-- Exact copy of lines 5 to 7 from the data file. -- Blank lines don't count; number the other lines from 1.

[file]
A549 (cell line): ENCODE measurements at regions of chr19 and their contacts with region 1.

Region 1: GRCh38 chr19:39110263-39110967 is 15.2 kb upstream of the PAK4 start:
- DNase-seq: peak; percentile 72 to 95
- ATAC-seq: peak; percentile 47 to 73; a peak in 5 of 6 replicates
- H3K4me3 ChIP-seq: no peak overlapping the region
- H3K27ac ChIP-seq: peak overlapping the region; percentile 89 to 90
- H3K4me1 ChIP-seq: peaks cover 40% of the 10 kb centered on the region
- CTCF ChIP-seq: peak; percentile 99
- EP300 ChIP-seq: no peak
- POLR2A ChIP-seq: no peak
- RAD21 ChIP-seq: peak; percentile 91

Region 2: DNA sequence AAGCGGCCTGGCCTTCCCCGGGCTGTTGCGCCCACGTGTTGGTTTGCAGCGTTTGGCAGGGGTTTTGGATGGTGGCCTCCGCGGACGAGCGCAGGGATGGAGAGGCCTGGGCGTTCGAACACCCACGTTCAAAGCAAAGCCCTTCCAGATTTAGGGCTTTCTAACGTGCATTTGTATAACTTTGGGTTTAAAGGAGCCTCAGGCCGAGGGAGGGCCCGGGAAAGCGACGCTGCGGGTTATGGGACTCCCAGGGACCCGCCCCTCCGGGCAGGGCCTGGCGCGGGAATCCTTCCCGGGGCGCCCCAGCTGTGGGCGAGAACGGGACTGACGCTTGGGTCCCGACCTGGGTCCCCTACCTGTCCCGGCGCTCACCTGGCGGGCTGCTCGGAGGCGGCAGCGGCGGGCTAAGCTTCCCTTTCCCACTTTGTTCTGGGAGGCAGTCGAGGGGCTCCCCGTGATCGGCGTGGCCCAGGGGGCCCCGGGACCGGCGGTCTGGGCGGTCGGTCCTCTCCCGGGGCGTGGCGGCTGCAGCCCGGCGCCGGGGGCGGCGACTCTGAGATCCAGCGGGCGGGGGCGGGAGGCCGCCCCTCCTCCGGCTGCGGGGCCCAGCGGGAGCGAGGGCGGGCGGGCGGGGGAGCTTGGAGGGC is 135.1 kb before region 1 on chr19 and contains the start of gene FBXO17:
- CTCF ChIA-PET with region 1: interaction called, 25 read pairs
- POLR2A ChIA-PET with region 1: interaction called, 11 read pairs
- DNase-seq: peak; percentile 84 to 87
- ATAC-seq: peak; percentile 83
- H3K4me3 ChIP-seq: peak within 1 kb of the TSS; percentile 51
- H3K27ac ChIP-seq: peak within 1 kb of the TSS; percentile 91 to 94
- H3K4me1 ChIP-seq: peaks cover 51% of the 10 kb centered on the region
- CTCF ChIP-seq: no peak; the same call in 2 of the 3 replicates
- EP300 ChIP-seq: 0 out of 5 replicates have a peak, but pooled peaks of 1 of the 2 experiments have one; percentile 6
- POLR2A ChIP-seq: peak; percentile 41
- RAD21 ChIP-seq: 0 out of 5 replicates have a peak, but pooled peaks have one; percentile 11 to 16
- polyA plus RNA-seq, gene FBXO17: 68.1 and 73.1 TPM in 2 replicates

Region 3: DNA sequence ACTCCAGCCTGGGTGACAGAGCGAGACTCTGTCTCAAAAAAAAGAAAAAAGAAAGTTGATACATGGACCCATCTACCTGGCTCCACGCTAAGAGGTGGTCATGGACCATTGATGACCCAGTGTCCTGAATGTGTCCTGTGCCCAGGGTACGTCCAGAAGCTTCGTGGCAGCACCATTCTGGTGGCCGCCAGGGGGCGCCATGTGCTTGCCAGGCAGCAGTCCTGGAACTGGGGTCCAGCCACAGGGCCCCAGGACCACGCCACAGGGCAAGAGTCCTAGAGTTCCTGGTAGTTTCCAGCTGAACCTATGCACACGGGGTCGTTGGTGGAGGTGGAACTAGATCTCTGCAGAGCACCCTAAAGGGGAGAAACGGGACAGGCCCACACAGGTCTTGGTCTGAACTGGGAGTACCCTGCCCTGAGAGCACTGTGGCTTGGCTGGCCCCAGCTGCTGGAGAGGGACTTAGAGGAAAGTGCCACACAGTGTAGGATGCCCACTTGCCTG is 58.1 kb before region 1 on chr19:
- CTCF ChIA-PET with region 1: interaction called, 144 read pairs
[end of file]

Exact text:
- H3K4me3 ChIP-seq: no peak overlapping the region
- H3K27ac ChIP-seq: peak overlapping the region; percentile 89 to 90
- H3K4me1 ChIP-seq: peaks cover 40% of the 10 kb centered on the region